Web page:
Archduke Maximilian of Austria presented the first known “official” engagement ring to Mary of Burgundy, on August 17, 1477. During the 15th century, monarchs in Europe embraced the diamond as the seal to their future wives, due to its enduring qualities. Ancient belief held that the diamond was the perfect stone because its sparkle symbolized a “flame of love.” To the Romans, diamonds were thought to be “splinters falling from heavenly stars,” while to the Greeks, diamonds were considered “tears of the gods.”
Gimmel rings were used during the Renaissance period. These rings were double interlocking bands. One part was given to the bride-to-be, and the other was kept by her fiancé, to be reunited at the wedding ceremony.
Fede rings, named for the Roman word for faith, originated in the early 1600s. These rings are still seen today and are made with two small gold hands encircling either side of the ring and clasping the other at the center of the ring. Some fede rings have a small gold heart hidden under the hands.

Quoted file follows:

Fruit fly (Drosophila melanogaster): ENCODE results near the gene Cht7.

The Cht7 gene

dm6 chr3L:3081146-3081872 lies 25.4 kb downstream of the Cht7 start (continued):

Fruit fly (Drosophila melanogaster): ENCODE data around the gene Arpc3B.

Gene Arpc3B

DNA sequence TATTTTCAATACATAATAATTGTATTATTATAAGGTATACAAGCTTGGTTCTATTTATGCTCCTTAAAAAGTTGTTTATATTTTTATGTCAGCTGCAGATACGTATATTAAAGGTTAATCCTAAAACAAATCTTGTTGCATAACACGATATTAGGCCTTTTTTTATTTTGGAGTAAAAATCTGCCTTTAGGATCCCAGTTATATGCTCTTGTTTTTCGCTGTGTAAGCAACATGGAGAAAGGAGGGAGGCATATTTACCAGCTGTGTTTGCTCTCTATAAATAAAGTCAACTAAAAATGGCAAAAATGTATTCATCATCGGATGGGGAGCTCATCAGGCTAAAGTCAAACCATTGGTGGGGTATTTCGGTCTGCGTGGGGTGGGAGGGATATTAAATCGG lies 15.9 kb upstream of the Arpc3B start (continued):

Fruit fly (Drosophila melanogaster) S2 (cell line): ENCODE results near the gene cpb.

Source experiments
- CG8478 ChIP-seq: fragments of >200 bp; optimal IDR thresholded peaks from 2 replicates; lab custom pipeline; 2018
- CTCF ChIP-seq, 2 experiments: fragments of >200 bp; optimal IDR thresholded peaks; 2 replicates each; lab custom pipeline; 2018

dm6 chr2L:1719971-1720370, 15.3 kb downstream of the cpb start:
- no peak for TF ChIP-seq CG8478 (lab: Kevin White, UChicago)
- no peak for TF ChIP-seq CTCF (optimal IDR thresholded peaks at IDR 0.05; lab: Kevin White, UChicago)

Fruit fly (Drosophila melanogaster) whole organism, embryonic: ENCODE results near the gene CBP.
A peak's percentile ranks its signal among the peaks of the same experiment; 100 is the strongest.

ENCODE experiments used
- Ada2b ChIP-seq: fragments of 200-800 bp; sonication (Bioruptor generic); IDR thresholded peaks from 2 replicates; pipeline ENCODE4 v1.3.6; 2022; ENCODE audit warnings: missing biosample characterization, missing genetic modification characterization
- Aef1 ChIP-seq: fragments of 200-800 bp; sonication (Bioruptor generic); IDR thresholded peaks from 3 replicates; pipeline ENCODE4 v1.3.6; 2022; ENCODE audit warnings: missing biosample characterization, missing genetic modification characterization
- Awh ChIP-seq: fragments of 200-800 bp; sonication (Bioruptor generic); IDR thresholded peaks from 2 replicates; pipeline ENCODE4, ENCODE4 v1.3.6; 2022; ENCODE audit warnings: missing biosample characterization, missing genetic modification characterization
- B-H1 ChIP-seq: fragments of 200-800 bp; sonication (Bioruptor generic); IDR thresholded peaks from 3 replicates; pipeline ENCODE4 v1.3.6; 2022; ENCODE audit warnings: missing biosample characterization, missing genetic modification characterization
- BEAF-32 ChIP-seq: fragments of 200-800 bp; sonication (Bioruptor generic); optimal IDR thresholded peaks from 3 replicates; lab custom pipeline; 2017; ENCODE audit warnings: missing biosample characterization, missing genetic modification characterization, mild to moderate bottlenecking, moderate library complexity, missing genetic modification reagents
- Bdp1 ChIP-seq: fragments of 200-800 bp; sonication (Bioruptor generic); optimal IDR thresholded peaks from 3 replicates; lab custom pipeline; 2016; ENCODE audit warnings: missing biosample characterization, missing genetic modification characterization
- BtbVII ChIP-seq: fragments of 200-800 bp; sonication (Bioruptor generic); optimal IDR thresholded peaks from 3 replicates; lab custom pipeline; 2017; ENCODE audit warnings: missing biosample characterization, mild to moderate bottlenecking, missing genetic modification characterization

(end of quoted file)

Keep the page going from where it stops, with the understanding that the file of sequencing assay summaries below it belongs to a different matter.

European grooms have worn wedding bands for centuries. In America, wedding bands became popular with men during and after World War II, when military men wished to carry a token of home with them while serving their country overseas.
Traditionally, engagement rings and wedding bands are worn on the third finger of the left hand. Ancients believed that love traveled to the heart from the finger. The most direct route was thought to be from the third finger of the left hand – the only finger, it was believed, with a vein that made a direct connection to the heart.
Today, wedding bands have evolved in intricasy and are often able to be engraved on the inside with words, initials or the wedding date. Be sure to ask the jeweler how many letters may be engraved so that you can write the inscription to fit inside the ring.